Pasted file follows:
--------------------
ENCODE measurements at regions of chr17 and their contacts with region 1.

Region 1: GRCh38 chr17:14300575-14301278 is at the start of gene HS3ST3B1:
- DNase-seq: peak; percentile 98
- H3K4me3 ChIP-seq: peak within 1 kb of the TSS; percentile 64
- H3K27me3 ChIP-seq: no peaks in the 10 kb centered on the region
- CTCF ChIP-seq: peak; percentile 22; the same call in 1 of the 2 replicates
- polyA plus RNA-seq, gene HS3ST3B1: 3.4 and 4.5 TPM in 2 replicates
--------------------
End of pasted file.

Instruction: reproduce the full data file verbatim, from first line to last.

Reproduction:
ENCODE measurements at regions of chr17 and their contacts with region 1.

Region 1: GRCh38 chr17:14300575-14301278 is at the start of gene HS3ST3B1:
- DNase-seq: peak; percentile 98
- H3K4me3 ChIP-seq: peak within 1 kb of the TSS; percentile 64
- H3K27me3 ChIP-seq: no peaks in the 10 kb centered on the region
- CTCF ChIP-seq: peak; percentile 22; the same call in 1 of the 2 replicates
- polyA plus RNA-seq, gene HS3ST3B1: 3.4 and 4.5 TPM in 2 replicates